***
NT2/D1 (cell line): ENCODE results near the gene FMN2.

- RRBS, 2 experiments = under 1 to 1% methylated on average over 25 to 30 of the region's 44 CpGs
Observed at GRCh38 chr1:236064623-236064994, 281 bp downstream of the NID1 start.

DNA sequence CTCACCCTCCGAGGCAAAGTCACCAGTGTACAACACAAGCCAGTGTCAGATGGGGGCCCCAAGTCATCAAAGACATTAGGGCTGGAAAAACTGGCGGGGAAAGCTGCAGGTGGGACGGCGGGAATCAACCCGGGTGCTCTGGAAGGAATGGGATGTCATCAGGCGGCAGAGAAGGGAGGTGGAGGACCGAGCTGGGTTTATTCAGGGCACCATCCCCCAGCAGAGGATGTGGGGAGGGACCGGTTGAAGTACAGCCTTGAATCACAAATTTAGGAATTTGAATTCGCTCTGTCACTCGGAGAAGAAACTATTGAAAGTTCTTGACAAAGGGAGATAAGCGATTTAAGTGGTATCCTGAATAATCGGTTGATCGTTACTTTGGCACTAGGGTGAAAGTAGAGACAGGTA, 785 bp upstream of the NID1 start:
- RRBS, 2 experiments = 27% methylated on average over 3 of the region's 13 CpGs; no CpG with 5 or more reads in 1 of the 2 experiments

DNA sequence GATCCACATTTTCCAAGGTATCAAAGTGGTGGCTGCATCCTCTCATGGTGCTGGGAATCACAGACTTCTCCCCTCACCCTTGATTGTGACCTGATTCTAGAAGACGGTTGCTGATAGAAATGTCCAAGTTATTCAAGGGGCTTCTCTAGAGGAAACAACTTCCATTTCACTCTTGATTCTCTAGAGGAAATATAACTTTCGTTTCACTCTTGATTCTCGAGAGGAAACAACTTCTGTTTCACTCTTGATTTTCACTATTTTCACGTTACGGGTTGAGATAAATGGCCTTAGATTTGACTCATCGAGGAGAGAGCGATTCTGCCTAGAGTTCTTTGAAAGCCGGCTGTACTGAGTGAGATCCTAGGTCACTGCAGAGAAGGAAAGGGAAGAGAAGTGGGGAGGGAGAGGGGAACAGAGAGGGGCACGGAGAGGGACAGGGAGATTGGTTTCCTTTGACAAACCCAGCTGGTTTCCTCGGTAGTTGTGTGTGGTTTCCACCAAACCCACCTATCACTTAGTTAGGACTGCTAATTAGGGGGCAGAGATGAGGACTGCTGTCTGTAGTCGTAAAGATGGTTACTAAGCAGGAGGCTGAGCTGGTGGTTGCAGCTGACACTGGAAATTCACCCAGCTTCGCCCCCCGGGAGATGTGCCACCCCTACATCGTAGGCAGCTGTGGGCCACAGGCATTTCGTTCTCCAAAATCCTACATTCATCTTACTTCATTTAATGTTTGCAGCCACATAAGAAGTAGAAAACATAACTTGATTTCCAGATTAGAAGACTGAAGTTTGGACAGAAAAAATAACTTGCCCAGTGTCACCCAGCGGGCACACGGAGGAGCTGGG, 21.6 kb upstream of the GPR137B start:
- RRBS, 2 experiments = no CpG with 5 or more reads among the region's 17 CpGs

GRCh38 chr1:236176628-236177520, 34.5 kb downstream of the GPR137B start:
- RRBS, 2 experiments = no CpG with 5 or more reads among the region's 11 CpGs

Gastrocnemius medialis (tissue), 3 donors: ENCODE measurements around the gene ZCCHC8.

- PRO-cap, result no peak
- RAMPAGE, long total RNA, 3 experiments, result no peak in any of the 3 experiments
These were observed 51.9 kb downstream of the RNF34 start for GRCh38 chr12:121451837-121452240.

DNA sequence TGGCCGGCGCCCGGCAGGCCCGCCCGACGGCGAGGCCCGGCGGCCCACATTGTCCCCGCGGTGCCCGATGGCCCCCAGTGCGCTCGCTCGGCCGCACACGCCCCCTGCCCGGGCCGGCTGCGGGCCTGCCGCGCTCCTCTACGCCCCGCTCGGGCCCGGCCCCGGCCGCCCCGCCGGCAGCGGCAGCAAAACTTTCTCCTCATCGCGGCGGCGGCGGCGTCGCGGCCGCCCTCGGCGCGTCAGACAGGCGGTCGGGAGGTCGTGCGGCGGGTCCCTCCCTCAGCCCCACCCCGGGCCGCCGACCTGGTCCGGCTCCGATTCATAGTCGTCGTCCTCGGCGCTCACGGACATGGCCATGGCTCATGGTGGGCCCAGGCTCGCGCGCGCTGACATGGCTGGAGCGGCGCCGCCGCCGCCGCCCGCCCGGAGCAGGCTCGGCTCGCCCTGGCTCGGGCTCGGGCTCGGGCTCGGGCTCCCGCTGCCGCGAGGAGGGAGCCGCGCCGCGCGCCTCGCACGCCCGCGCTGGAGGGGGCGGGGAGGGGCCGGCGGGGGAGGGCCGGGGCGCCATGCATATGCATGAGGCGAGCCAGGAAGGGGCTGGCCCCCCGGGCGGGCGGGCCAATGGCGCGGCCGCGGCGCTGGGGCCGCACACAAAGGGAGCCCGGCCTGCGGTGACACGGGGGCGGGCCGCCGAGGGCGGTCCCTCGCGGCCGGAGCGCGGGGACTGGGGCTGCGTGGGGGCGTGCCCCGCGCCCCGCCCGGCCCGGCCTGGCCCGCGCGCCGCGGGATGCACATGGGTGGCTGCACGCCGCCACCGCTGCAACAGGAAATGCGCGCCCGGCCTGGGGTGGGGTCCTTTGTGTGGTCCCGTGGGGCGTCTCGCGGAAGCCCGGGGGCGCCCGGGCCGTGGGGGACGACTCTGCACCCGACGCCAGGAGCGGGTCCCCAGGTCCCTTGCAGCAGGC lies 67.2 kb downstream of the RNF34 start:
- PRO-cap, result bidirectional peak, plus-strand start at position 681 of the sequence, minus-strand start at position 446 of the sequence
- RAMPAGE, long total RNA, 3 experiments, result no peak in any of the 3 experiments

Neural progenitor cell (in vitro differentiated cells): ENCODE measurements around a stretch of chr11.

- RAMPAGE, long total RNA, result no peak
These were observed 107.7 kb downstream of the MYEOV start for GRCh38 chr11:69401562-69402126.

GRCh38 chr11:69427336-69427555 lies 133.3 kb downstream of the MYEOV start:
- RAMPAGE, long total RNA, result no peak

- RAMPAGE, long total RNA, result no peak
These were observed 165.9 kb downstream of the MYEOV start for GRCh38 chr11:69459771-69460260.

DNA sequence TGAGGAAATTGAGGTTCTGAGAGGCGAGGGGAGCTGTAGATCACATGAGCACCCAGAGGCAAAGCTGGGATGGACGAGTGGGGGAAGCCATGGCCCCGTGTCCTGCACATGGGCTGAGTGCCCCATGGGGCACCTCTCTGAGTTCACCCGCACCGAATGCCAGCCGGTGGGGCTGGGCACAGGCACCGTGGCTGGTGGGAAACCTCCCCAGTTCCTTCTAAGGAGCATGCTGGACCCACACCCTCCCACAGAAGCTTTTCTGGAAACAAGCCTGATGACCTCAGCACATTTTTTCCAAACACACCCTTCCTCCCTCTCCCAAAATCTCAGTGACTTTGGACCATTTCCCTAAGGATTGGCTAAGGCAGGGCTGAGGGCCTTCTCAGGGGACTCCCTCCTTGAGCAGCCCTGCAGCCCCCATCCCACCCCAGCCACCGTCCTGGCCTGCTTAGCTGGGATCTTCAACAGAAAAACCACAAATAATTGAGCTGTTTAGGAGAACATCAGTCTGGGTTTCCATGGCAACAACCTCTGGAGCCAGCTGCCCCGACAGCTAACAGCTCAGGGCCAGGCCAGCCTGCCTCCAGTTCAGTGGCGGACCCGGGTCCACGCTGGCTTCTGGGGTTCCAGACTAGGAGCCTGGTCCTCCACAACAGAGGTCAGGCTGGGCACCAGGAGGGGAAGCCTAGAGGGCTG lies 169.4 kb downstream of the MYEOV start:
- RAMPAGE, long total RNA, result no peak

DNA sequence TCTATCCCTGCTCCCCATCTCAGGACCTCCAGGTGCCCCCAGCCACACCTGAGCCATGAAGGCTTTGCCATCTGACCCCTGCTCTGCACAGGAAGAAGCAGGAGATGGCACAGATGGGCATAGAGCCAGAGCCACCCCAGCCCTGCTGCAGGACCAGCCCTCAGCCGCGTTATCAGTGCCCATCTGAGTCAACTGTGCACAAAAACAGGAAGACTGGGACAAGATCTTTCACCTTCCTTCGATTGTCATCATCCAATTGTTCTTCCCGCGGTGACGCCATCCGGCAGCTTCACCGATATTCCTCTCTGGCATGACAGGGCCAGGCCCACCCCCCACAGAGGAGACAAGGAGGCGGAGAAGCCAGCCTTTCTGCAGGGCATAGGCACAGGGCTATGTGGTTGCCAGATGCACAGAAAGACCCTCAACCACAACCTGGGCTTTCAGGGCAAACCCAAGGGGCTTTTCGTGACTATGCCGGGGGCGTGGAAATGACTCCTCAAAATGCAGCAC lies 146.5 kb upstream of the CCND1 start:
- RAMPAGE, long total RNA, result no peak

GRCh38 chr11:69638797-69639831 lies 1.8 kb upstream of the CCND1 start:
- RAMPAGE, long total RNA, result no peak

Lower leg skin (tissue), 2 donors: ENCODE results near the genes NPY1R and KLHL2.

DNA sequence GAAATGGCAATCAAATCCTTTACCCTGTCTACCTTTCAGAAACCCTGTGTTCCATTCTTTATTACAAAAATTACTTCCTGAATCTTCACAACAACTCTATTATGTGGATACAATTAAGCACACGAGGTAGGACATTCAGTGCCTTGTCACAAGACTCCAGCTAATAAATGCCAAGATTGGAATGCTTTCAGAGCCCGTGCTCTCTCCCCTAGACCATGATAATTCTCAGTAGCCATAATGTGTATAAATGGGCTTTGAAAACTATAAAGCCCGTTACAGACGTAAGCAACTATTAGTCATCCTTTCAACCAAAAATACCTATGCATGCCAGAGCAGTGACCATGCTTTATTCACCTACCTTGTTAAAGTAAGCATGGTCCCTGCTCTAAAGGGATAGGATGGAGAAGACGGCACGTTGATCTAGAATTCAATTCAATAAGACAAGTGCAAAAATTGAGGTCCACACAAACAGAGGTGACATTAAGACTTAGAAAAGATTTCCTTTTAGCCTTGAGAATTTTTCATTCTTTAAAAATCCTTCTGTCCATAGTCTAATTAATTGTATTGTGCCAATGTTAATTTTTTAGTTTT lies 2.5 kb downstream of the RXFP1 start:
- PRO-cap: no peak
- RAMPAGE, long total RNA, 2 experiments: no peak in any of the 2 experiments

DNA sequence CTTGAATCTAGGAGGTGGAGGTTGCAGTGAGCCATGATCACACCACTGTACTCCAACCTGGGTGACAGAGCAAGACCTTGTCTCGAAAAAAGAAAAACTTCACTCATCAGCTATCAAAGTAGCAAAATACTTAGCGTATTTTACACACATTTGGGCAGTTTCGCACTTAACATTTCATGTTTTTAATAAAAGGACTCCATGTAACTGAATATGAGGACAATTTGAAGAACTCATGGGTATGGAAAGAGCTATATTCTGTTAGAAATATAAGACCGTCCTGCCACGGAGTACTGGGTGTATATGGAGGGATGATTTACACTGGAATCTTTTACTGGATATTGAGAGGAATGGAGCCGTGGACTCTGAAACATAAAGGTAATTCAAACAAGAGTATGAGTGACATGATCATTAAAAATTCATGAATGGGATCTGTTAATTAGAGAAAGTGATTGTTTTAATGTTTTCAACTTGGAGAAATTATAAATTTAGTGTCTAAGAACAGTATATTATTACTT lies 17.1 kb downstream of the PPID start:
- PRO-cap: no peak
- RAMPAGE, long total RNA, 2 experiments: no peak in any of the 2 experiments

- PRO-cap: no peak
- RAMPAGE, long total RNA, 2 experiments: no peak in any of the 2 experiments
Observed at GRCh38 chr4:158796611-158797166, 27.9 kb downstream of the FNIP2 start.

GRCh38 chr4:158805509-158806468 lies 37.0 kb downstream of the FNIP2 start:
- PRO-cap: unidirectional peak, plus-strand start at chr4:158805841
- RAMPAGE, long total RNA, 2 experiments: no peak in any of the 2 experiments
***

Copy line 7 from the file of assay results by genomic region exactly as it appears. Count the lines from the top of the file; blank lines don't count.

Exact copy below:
- RRBS, 2 experiments = no CpG with 5 or more reads among the region's 17 CpGs